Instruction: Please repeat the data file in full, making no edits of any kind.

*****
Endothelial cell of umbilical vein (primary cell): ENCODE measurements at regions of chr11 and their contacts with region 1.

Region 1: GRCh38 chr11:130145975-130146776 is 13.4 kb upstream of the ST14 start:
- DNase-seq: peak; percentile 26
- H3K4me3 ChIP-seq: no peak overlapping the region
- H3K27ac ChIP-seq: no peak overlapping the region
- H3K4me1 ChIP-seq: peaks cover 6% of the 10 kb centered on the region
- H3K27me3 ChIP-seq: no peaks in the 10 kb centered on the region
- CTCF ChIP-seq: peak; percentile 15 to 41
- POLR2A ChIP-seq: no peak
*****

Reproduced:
Endothelial cell of umbilical vein (primary cell): ENCODE measurements at regions of chr11 and their contacts with region 1.

Region 1: GRCh38 chr11:130145975-130146776 is 13.4 kb upstream of the ST14 start:
- DNase-seq: peak; percentile 26
- H3K4me3 ChIP-seq: no peak overlapping the region
- H3K27ac ChIP-seq: no peak overlapping the region
- H3K4me1 ChIP-seq: peaks cover 6% of the 10 kb centered on the region
- H3K27me3 ChIP-seq: no peaks in the 10 kb centered on the region
- CTCF ChIP-seq: peak; percentile 15 to 41
- POLR2A ChIP-seq: no peak